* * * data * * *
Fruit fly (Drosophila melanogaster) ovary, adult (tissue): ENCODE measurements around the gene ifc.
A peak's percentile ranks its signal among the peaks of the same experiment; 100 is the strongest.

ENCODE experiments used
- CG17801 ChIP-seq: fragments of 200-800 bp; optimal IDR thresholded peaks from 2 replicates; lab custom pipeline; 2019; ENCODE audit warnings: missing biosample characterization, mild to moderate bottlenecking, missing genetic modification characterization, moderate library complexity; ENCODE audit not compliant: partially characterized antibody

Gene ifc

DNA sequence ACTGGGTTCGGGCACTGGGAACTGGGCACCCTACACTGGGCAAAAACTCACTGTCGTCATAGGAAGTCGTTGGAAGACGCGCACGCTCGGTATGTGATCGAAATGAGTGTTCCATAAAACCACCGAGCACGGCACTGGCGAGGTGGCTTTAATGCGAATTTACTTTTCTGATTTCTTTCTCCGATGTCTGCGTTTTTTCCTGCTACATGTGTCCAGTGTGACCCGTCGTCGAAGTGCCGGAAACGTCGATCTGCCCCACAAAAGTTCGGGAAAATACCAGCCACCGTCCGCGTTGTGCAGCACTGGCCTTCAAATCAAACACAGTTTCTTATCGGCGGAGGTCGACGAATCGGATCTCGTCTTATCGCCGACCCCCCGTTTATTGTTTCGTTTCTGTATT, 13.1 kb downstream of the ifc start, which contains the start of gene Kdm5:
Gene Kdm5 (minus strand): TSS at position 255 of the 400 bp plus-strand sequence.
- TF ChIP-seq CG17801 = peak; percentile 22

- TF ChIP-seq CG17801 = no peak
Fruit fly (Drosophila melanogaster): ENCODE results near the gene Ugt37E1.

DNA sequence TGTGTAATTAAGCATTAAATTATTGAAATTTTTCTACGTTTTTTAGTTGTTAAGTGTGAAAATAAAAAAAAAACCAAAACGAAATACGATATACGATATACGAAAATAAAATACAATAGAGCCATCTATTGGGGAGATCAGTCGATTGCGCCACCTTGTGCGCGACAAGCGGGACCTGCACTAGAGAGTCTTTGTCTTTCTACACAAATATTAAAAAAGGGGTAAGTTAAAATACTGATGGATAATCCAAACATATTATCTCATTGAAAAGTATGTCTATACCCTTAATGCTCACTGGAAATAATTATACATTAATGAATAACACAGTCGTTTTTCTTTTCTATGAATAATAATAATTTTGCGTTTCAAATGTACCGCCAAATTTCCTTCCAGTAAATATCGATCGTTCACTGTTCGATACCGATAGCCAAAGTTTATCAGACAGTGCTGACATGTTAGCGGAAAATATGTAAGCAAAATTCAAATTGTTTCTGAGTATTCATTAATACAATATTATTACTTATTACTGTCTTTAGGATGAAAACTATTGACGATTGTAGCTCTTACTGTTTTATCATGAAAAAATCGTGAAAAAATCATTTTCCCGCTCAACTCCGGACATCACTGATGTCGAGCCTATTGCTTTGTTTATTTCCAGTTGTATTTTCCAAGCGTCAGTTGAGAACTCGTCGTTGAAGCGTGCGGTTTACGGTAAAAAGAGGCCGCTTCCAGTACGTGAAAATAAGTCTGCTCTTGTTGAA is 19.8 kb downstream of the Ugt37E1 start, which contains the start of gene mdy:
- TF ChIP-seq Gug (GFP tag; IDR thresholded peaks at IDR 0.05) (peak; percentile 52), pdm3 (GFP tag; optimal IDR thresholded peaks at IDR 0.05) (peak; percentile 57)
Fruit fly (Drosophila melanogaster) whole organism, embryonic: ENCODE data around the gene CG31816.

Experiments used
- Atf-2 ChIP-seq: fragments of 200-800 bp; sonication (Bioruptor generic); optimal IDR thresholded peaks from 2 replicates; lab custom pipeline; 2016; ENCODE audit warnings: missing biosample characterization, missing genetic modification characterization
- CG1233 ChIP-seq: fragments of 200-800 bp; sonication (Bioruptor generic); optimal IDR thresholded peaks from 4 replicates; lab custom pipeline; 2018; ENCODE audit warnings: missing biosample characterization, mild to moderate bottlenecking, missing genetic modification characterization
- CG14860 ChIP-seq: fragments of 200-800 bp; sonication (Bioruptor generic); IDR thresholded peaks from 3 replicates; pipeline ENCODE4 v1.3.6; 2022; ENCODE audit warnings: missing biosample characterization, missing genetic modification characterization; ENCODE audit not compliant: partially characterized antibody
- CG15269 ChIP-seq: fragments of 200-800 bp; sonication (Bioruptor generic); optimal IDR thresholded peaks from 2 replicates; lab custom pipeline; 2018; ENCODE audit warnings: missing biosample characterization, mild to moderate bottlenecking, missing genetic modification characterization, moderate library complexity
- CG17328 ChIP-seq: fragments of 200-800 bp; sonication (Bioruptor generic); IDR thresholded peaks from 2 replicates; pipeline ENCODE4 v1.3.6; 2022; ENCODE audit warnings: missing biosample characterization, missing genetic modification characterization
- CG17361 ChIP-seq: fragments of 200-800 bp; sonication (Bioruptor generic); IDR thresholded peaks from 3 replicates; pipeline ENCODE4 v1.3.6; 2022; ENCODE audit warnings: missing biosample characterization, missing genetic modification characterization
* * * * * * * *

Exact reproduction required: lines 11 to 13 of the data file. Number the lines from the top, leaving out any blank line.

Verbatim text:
DNA sequence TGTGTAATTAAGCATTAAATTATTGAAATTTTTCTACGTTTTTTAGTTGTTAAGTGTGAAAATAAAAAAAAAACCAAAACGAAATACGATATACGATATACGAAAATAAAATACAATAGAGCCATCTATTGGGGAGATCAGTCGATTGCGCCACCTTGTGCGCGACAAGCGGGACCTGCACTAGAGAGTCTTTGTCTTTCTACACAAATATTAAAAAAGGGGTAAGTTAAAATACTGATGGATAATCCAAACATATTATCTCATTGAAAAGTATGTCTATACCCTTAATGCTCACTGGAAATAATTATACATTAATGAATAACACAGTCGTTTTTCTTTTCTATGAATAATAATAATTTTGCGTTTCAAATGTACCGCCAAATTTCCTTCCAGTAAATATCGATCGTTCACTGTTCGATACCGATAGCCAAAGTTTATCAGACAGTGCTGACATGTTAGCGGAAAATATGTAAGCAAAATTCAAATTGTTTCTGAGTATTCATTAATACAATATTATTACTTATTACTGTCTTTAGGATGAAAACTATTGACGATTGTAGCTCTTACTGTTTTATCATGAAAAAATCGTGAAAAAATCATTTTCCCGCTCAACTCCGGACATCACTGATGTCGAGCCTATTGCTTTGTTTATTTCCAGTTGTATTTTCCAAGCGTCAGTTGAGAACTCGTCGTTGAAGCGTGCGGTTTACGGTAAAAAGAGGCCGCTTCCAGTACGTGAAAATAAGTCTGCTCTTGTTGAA is 19.8 kb downstream of the Ugt37E1 start, which contains the start of gene mdy:
- TF ChIP-seq Gug (GFP tag; IDR thresholded peaks at IDR 0.05) (peak; percentile 52), pdm3 (GFP tag; optimal IDR thresholded peaks at IDR 0.05) (peak; percentile 57)
Fruit fly (Drosophila melanogaster) whole organism, embryonic: ENCODE data around the gene CG31816.